Ditch the Swimming Pool and Soak in the Mineral Hot Springs of Idaho

by Pool Builders on 03-19-2009 in Articles

Deviating from the normal vacation experience can be challenging as well as exciting. This requires you to be more creative to find ways to entertain yourself. As you are enticed by an outdoor adventure vacation, striving to escape your busy daily life and become rejuvenated by nature, you will find that there are a slew of activities that you can do to accomplish this.

After you have planned all the camping, hiking, white water rafting, climbing, and biking activities (whew!), you need to schedule something to help you unwind, not to mention to help work out all those kinks and aches you've just acquired. You will rarely find a spa with massage services if you are on a true adventure vacation.

One of my favorite relaxing vacationing activities is to soak in the hot springs. Living in Idaho, where more months are cold than warm, you can imagine not very many people own swimming pools in their backyard, though the Jacuzzi market flourishes year round. Many Idahoans know the great alternative that relinquishes their desire for a private pool. They escape to the many mineral hot springs scattered across the state.

If you are accustomed to swimming in chlorinated pools and chemical filled Jacuzzis, you are undoubtedly familiar with the unpleasant sensation of itchy skin as the chemicals infuse the epidermis layer, even after you've rinsed off. Consequently, most hot spring enthusiasts attest their good health to the unproven healing affects of the mineral-rich hot springs. Whether or not it is true that the mineral waters are healing, the soothing effect is quite nice, in addition to the wonderfully hot temperatures. (Some hot springs pump in cold water to make the hot pools habitable, not wishing to boil their guests alive!)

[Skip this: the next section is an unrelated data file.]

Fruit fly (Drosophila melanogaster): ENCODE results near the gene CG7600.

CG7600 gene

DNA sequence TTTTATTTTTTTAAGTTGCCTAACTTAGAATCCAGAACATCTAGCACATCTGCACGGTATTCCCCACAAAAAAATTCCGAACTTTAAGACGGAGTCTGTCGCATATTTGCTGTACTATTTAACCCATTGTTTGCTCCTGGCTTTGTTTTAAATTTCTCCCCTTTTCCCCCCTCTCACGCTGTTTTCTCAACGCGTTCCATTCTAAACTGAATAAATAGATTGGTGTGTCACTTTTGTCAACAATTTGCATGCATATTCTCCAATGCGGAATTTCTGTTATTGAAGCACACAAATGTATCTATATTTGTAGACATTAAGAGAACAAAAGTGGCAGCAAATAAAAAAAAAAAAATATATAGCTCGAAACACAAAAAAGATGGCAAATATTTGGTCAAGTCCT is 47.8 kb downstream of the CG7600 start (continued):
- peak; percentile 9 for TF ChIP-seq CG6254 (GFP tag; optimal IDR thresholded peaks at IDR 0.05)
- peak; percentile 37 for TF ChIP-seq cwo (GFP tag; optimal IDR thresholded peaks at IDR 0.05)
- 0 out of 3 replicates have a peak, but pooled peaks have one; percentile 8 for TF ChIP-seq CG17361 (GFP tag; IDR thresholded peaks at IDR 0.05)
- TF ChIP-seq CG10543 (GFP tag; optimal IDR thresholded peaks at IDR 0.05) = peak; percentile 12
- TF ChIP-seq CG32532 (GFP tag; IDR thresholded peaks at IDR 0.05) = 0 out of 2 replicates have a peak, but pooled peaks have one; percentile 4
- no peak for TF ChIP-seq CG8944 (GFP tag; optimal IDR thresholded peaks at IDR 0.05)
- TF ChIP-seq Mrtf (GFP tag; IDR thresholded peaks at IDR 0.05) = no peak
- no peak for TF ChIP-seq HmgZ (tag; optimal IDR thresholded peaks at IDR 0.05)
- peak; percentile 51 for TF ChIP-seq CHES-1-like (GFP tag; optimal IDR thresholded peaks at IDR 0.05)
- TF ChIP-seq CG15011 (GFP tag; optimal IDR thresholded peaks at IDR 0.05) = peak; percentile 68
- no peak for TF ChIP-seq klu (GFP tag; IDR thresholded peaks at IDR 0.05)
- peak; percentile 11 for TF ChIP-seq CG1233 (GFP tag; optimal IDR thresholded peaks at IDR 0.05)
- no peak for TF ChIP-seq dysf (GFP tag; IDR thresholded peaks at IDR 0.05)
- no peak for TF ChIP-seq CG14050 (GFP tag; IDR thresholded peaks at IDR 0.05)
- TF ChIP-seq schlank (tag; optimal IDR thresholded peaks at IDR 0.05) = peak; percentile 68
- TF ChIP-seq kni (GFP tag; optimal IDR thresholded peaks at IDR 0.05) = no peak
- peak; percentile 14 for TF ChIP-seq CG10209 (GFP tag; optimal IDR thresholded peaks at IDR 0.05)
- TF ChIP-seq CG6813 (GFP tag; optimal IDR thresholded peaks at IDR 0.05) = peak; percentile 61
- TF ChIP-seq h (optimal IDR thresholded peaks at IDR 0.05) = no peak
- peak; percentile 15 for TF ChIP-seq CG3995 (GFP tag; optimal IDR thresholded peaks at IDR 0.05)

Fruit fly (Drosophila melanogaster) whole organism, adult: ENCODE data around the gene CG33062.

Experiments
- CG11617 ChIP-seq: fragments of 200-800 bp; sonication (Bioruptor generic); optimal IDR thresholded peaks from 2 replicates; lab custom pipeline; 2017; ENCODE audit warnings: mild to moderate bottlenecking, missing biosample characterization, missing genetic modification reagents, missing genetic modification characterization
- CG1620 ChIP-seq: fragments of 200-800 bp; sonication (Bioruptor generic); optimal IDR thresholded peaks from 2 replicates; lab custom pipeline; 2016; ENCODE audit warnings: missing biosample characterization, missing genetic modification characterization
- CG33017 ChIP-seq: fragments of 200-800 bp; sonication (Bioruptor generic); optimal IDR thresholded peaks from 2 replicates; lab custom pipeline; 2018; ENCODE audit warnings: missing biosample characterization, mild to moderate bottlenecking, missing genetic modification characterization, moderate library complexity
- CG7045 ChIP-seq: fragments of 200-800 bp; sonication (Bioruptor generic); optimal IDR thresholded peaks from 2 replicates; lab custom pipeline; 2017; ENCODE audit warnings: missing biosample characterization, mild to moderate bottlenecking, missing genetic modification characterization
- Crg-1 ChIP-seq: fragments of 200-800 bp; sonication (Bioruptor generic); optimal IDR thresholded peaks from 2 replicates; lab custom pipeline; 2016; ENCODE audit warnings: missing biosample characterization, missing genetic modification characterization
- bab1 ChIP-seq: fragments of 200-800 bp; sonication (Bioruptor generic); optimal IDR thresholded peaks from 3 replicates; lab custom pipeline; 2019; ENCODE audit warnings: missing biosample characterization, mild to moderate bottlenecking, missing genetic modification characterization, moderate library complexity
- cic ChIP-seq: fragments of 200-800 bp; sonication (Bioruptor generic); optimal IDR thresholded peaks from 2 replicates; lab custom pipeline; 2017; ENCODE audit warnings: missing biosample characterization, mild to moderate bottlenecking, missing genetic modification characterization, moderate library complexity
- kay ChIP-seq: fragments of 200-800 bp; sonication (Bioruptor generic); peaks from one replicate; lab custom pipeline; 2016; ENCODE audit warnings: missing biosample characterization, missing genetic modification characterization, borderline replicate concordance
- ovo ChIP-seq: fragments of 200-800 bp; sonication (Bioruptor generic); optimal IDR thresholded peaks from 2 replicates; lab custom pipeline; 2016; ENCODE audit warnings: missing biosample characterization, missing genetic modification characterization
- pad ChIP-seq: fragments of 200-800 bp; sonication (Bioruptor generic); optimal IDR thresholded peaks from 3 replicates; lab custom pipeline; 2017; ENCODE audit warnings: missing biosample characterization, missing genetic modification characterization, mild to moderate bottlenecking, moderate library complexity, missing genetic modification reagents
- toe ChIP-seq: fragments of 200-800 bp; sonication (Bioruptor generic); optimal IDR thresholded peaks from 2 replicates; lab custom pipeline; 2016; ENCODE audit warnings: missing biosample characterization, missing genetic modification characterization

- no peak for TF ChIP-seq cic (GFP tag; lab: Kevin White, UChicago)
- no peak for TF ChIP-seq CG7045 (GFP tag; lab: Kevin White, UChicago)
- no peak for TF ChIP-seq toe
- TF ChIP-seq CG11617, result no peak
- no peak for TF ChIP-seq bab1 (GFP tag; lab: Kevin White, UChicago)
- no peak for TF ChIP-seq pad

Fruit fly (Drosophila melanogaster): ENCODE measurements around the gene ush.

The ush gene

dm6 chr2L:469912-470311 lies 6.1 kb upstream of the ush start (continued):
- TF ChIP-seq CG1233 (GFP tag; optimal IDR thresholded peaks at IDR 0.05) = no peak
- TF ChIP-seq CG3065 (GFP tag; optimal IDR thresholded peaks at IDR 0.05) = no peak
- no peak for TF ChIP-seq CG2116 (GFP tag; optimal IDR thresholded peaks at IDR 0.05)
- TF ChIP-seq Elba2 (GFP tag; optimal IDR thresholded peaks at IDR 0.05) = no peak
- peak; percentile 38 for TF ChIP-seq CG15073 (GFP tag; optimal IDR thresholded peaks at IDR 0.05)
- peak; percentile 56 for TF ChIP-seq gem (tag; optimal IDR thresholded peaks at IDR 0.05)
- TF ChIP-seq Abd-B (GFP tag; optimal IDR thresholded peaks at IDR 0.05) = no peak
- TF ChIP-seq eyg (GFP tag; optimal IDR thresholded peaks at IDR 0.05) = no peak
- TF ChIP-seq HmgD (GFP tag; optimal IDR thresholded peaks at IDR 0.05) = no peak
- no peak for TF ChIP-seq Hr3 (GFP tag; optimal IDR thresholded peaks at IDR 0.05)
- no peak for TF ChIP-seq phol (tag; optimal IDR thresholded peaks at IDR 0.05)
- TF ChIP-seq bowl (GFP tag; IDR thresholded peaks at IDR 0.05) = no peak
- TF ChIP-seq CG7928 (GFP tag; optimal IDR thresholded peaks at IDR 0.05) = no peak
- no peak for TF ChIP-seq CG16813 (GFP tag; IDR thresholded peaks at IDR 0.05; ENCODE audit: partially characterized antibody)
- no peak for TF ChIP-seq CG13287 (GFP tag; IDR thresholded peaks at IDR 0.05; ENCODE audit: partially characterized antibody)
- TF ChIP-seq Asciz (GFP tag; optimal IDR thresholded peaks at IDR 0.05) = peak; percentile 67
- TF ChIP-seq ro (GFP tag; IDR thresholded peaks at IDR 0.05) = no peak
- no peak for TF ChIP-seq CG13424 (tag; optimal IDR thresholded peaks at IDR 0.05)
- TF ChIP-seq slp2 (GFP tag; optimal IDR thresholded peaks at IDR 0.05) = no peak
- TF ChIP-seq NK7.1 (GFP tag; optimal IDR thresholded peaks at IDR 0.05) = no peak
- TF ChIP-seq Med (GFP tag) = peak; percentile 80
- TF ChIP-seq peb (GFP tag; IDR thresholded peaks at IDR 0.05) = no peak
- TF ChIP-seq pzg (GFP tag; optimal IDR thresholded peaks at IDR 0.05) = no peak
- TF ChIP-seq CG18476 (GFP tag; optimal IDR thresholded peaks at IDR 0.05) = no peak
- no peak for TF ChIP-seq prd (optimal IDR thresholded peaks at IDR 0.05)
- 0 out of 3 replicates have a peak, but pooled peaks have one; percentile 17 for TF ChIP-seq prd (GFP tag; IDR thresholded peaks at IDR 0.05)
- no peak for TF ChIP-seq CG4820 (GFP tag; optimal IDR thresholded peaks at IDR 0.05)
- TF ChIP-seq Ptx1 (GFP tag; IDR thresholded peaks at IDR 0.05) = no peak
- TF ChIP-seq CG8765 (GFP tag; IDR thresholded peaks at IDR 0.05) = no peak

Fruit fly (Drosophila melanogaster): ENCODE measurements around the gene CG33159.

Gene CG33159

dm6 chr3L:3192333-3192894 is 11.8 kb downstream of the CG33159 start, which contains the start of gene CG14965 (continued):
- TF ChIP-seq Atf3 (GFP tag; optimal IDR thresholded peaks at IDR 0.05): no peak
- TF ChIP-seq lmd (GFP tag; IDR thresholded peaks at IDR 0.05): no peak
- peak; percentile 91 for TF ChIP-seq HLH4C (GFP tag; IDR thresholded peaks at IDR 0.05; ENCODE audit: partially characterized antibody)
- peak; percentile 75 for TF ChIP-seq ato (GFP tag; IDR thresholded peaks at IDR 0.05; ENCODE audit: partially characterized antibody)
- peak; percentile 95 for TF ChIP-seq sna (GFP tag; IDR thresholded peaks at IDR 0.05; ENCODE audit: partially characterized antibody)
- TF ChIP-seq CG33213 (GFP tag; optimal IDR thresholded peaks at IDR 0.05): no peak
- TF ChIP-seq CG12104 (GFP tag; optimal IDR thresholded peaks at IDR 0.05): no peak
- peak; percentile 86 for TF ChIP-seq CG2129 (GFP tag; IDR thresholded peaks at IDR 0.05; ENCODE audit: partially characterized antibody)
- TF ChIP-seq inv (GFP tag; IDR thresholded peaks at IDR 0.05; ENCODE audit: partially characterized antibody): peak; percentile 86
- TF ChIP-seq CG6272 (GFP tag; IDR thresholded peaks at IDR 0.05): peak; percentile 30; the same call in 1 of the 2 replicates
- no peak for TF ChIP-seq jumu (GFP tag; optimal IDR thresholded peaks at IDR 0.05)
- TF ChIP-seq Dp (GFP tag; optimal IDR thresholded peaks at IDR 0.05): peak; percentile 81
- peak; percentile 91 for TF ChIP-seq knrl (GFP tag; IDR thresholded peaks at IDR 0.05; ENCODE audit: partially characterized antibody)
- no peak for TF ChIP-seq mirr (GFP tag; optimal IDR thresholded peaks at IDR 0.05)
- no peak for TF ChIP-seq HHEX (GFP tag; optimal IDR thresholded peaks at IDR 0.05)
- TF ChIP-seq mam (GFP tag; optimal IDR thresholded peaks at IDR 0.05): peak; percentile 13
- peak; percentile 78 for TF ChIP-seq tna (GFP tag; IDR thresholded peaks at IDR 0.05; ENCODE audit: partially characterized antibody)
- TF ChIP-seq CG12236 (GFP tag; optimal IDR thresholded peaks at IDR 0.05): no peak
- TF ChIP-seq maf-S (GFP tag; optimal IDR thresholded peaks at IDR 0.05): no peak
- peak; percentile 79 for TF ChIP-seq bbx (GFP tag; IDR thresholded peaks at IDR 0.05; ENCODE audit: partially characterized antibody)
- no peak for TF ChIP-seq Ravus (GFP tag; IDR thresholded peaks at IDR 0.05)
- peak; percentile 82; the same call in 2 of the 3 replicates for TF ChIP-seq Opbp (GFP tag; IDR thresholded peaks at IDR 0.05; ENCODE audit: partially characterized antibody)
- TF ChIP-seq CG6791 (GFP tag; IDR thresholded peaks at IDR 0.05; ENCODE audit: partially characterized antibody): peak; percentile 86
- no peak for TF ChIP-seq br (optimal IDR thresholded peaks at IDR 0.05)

Whether you would like to drive to a public hot spring, or desire to hike and make a hot spring the focus of your trek, visit www.idahohotsprings.com, an especially great reference to find out if there are hot springs near where you live (Idahoans), or where you happen to be vacationing in Idaho. Be warned, you may not be able to reach some hot springs without putting in a lot of effort, such as hiking and camping over night due to the hot spring's remoteness.

There are a few public hot springs, where you can expect to pay anywhere from $5-$10 to use the facilities. These are great when you need to enjoy the benefits of the hot springs, but don't want to hike to get to them. Sometimes, it is just easier to park close by and enjoy what is offered.

Living in South Central Idaho, I especially enjoy Miracle Hot Springs, in Buhl, ID (west of Twin Falls, ID). Though their public dressing rooms are barely adequate, they offer several private tubs that you can rent hourly in addition to their public hot pools. If they are crowded, you can continue west to Hagerman, ID and get your soak at the Thousand Springs Resort, located scenically next to the Snake River.

Neither facility is nearly as large as the more well-known, but remote, Lava Hot Springs, in East Idaho (south of Pocatello). They divided their massive hot pools into three connected, but separate pools for your temperature preference, the furthest one back being almost intolerably hot. You may want to don water shoes because of the decomposed granite base in the hotter pools. In winter, if you ski the nearby Pebble Creek, soaking in the Lava Hot Springs will work out your body's aches and pains.

Whether visiting the hot springs in Idaho is the focus of your vacation, or just as an afterthought, be warned: Once you experience the hot springs, any Jacuzzi or swimming pool will just seem washed out.

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